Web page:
Barbie is going GREEN! Mattel launches its first doll collection made from 90% recycled ocean-bound plastic
- The Barbie Loves the Ocean collection includes 3 dolls and a range of accessories
- Parts are made of 90% plastic sourced from a 50km radius of waterways
- Each doll costs £12.99, while the accompanying Malibu Beach Shack costs £26.99 – all of which will be on sale at Tesco from September 2.
She’s been a kid’s favorite since its launch in 1959, and now Barbie is swapping her usual pink for green.
Mattel, the company behind the iconic doll, has announced that it is launching its first doll collection made from 90 percent recycled, ocean-bound plastic.
The collection includes three dolls and a range of accessories, all made from recycled plastic.
The launch is part of Mattel’s broader goal to achieve 100 percent recycled, recyclable or bio-based plastic materials for all of its products and packaging by 2030.
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Mattel, the company behind the iconic doll, has announced it is launching its first doll collection made from 90 percent recycled, ocean-bound plastic.
The collection is called Barbie Loves the Ocean and includes three dolls and a range of beach-themed accessories.
Lisa McKnight, Senior Vice President and Global Head of Barbie & Dolls at Mattel, said: “Our 62-year legacy is steeped in evolution as we consistently drive initiatives designed to better reflect the world children see around them.” .
“Barbie Loves the Ocean is a great example of sustainable innovations that we will implement as part of creating a future environment in which children can thrive.
“We are passionate about leveraging the scope and reach of our global platform to inspire children to be part of the change they want to see in the world.”
The plastic parts are made from 90 percent plastic sourced from within 30 miles (50 km) of waterways in areas without formal waste collection systems.
Each doll costs £12.99, while the accompanying Malibu Beach Shack costs £26.99 – all of which will be on sale from Tesco from 2 September.
The new recycled dolls come shortly after Mattel launched Mattel PlayBack – a toy return program designed to recover materials from old toys and reuse them for future products.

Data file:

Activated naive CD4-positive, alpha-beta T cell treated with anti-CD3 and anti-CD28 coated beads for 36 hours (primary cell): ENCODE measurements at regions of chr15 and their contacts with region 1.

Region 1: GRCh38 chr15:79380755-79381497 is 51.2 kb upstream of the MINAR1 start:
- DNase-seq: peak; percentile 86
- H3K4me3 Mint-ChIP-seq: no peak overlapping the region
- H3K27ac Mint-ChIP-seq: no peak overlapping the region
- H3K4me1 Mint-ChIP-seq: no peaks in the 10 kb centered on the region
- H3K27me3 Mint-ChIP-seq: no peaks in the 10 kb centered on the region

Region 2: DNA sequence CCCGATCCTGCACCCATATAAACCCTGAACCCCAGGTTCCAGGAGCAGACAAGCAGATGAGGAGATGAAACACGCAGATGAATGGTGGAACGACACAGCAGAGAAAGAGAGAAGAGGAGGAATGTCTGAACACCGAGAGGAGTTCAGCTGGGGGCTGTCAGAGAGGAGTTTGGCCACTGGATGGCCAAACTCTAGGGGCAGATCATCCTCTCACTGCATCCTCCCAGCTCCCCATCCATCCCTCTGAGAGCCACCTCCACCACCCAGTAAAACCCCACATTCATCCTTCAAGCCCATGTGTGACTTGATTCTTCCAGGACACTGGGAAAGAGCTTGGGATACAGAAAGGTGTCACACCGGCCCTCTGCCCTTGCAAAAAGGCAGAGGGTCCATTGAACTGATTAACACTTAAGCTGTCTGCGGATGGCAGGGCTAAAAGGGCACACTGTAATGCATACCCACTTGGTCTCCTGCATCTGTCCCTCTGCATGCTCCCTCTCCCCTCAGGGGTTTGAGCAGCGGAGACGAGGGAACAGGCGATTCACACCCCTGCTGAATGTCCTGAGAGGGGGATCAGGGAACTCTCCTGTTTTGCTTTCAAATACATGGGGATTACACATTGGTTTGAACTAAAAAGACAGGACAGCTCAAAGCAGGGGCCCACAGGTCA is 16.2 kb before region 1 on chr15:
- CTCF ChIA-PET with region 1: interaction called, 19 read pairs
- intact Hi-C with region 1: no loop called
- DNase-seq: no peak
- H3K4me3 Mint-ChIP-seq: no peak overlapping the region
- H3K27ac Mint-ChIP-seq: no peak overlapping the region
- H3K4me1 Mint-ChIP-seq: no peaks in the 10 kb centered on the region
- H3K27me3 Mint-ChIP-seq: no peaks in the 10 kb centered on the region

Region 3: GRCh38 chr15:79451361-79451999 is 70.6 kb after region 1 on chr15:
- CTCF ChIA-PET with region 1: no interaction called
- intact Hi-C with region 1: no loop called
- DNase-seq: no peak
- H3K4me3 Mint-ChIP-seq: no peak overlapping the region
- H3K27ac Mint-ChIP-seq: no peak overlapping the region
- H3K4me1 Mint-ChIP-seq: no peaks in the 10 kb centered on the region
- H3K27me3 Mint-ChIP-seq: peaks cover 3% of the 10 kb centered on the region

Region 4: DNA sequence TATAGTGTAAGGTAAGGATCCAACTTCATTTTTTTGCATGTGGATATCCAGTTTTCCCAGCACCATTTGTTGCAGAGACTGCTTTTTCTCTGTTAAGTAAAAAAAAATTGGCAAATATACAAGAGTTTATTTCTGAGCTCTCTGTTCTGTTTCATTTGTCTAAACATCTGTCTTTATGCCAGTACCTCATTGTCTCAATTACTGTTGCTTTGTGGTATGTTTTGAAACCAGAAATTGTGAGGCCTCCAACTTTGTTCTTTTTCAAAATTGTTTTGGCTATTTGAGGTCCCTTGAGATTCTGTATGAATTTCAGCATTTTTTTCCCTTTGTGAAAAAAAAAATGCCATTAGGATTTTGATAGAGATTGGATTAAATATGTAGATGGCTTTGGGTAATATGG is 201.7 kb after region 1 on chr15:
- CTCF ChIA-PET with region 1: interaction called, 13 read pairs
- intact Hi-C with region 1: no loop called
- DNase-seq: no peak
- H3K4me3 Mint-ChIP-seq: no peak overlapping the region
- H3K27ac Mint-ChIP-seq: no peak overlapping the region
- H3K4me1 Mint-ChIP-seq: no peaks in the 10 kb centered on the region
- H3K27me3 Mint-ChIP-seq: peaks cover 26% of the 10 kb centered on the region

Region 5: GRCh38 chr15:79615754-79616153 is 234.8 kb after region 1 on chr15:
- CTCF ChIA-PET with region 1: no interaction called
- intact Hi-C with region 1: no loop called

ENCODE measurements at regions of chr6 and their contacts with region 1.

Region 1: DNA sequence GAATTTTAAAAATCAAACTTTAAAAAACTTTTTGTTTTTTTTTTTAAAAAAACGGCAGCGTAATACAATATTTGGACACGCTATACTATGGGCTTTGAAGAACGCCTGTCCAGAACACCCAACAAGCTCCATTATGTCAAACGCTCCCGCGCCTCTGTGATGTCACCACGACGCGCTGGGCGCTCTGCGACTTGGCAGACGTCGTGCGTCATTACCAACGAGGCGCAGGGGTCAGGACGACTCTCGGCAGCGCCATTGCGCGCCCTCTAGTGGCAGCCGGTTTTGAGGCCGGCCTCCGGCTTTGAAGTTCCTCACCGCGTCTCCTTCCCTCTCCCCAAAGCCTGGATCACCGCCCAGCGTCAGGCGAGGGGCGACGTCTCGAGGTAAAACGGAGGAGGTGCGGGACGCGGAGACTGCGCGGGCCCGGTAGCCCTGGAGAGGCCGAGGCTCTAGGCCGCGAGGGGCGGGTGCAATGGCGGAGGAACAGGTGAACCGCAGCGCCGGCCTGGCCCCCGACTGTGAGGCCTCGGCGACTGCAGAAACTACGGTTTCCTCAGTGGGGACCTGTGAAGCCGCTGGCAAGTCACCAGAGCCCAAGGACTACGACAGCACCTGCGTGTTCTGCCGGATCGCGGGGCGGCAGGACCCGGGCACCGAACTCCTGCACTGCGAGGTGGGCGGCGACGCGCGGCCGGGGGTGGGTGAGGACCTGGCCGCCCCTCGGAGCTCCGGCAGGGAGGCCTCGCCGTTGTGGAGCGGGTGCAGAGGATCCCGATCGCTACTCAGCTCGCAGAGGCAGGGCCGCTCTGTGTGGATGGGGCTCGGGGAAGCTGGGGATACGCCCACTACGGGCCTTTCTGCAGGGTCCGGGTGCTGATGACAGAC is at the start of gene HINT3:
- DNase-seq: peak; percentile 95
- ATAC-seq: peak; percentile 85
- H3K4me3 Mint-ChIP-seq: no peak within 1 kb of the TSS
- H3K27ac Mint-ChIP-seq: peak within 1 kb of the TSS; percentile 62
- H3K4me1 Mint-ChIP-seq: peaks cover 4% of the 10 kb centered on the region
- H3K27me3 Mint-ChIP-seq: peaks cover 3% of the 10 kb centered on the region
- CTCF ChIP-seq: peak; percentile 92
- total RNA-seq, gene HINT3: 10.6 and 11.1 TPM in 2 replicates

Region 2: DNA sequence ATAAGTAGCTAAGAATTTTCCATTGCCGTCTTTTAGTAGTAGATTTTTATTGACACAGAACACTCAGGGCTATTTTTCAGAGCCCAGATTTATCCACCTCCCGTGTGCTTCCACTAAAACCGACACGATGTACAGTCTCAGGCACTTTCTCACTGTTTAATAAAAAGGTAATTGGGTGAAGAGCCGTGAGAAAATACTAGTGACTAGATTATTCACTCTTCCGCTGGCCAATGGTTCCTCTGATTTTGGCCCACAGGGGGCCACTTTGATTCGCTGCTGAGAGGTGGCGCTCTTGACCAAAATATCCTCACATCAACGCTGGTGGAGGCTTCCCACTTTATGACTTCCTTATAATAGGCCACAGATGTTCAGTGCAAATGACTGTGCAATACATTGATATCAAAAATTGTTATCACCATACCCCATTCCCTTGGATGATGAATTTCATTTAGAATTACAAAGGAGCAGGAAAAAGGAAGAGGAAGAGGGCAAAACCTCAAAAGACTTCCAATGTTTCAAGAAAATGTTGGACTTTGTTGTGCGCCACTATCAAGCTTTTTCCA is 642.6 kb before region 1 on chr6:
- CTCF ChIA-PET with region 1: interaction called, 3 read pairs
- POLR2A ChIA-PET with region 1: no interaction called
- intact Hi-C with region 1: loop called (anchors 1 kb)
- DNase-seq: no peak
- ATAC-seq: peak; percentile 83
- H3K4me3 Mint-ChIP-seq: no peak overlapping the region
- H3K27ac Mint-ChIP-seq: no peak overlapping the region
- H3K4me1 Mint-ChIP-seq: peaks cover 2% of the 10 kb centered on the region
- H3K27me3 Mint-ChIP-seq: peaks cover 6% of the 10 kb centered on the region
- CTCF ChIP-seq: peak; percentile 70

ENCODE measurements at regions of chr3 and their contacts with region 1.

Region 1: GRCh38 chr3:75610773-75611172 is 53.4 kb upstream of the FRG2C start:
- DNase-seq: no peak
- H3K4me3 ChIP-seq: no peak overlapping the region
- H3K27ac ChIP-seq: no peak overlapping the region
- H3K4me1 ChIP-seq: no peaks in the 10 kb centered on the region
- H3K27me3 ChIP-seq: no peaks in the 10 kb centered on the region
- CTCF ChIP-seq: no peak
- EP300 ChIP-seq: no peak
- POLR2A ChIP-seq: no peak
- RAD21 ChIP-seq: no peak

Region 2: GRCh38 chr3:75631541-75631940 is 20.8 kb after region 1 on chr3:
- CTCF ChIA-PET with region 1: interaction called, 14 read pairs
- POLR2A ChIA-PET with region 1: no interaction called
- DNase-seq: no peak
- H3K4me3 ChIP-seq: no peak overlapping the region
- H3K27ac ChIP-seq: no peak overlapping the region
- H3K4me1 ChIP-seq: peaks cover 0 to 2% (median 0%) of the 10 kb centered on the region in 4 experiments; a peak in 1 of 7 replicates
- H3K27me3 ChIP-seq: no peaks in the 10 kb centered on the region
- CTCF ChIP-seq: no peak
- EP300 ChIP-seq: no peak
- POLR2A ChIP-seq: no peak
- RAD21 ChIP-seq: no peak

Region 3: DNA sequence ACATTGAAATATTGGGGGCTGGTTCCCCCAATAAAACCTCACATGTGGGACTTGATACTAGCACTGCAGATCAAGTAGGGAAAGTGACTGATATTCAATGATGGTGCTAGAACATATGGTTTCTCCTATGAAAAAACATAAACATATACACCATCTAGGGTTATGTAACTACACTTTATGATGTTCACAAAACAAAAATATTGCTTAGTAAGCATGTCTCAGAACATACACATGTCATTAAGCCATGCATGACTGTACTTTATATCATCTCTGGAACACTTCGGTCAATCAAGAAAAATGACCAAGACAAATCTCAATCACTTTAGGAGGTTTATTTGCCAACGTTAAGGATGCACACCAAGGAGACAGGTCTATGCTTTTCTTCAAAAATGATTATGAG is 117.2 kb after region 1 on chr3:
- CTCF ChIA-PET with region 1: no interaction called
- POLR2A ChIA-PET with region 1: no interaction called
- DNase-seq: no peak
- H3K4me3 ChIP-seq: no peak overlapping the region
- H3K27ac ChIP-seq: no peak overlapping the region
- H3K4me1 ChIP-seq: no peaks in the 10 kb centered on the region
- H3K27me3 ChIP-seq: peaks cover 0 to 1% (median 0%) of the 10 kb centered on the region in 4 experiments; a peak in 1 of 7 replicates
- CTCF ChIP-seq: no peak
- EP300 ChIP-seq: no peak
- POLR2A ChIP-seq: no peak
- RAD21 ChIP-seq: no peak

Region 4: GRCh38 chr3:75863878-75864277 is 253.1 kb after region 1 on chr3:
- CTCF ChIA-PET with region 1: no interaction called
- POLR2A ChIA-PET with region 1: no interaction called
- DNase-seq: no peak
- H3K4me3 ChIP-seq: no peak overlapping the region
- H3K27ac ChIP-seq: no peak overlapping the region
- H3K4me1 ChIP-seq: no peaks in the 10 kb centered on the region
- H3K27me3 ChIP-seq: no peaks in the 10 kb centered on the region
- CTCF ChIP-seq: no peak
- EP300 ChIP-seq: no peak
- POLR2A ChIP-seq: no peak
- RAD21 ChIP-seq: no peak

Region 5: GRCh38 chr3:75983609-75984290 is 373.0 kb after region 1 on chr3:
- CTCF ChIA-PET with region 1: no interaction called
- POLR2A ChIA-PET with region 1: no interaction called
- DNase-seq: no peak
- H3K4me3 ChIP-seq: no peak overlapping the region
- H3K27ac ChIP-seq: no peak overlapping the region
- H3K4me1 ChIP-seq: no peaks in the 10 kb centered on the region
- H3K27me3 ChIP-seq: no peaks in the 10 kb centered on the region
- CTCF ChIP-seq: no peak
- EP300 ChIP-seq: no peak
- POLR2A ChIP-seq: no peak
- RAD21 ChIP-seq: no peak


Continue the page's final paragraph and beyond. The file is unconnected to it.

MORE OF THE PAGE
And the company isn’t alone in going “green” with its toys.
Lego also recently announced a goal to use sustainable materials in all its products and packaging by 2030, starting with its leaves, shrubs and trees, which are now made with plastic sourced from sugar cane.
Meanwhile, MGA Entertainment, the company behind the popular LOL Surprise! invites its customers to box all accumulated waste and send it to TerraCycle for recycling.
However, more needs to be done to make toys ‘greener’.
In 2012, the British Toy and Hobby Association commissioned a recycling study related to toy packaging, and found that only 72-73 percent of packaging was recycled.
It explained: “About 0.7 percent of retail packaging entering the home comes from toy and hobby products, and it is estimated that 90 percent of toy packaging can be recycled, of which 72-73 percent is currently the case.”
HOW MUCH RECYCLING IS THERE ON THE DEPOSIT?
Every day, millions of us throw a plastic bottle or cardboard container in the trash – and we feel like we’re doing our part for the environment.
But what we may not realize is that most plastic is never recycled at all, but often ends up in landfills or incineration depots.
Of the 30 billion plastic bottles used annually by UK households, only 57 percent are currently recycled, half going to landfill and the other half to waste.
Most plastic is never recycled and often ends up in landfills or incineration depots. About 700,000 plastic bottles a day end up as litter
About 700,000 plastic bottles a day end up as litter.
This is largely due to plastic packaging around bottles that are not recyclable.
Every year the UK throws away 2.5 billion ‘paper’ cups, which amounts to 5,000 cups per minute.
Shockingly, less than 0.4 percent of this is recycled.
Most cups are made of cardboard with a thin layer of plastic.
This previously caused problems with recycling, but can now be removed.
Five specialist recycling plants in the UK have the capacity to recycle all cups used on our high streets.
Making sure that the paper cups end up in these factories and are not thrown away incorrectly is one of the biggest problems in recycling the paper drums.